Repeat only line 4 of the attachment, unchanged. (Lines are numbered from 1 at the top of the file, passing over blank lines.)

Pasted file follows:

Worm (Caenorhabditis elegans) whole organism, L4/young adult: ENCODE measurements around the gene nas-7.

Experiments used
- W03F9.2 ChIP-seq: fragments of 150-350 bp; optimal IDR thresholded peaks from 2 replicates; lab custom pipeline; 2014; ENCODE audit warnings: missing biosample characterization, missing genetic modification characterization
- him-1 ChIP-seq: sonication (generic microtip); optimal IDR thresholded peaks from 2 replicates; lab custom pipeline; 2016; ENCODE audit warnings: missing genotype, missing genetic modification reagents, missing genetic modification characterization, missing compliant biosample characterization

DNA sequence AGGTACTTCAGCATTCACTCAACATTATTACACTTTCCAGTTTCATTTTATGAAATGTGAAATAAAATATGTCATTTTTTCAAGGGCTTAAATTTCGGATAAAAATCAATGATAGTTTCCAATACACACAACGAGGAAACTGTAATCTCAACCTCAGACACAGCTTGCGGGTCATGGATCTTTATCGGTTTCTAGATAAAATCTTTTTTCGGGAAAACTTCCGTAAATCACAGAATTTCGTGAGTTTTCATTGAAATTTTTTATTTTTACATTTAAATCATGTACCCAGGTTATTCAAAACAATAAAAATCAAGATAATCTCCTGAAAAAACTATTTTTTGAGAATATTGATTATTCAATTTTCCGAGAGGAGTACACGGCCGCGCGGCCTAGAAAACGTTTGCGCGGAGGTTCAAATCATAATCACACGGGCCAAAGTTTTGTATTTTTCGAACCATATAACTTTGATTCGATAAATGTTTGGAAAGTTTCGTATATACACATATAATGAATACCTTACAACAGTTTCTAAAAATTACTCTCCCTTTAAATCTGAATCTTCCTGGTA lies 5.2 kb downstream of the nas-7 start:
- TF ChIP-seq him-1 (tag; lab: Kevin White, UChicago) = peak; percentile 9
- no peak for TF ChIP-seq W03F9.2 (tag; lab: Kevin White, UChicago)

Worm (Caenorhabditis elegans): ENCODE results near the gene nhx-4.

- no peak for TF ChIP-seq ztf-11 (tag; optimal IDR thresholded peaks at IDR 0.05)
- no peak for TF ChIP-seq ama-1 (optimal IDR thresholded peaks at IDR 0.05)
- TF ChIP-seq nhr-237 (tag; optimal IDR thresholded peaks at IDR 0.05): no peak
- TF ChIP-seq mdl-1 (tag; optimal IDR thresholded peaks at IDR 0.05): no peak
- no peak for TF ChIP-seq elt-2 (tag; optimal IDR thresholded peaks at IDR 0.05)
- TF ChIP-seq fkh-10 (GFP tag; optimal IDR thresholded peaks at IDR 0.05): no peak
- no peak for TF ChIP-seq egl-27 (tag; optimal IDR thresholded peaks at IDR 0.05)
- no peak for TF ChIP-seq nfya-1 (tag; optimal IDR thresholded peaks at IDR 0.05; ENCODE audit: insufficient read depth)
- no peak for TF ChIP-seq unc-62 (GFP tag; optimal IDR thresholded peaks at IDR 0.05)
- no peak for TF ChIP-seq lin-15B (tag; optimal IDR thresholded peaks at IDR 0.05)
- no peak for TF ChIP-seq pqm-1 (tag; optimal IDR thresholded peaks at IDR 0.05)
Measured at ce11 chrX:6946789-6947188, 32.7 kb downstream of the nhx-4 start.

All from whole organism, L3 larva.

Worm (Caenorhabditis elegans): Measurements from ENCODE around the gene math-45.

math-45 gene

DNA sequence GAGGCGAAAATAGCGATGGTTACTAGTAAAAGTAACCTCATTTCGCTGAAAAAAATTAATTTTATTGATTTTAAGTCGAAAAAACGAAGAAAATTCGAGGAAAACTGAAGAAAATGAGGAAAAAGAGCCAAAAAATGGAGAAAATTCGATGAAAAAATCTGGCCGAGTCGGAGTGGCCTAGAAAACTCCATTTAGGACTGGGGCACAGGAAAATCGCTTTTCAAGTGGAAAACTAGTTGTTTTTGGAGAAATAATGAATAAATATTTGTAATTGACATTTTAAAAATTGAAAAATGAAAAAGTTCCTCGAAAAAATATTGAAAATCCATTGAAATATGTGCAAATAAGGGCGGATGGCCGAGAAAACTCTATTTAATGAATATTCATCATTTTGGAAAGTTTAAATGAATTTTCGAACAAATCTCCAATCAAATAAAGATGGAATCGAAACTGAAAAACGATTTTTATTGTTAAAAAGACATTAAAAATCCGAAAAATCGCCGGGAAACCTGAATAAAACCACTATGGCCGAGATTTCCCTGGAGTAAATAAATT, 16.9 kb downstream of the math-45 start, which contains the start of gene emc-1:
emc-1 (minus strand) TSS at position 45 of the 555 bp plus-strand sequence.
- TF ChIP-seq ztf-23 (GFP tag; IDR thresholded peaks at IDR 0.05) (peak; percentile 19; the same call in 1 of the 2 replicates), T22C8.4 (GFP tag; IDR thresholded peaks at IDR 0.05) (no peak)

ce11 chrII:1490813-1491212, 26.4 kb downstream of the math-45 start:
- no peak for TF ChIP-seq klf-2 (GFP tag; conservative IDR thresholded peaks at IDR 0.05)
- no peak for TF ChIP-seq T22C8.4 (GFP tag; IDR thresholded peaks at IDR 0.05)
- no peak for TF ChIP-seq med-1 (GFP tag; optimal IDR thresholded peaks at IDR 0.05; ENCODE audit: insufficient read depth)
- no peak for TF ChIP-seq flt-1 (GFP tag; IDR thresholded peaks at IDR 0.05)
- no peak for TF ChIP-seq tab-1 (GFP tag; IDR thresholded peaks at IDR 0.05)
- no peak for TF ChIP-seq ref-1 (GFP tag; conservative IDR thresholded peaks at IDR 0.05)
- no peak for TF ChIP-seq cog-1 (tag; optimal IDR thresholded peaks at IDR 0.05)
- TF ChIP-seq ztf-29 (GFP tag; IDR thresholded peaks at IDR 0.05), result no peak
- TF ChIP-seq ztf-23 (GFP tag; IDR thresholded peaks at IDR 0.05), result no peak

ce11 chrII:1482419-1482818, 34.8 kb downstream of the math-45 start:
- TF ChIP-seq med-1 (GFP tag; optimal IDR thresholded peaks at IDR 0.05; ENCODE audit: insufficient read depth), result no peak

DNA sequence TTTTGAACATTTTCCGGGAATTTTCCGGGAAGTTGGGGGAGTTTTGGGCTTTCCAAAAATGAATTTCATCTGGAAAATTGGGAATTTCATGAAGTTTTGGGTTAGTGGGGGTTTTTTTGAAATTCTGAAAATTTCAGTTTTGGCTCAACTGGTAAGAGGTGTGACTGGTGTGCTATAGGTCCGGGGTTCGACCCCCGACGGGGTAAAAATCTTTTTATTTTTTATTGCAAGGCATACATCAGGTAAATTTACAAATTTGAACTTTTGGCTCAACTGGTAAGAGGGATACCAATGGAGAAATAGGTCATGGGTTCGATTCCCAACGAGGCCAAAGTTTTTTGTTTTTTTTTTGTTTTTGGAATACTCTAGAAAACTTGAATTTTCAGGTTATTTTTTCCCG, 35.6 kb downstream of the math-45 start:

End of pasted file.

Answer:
- him-1 ChIP-seq: sonication (generic microtip); optimal IDR thresholded peaks from 2 replicates; lab custom pipeline; 2016; ENCODE audit warnings: missing genotype, missing genetic modification reagents, missing genetic modification characterization, missing compliant biosample characterization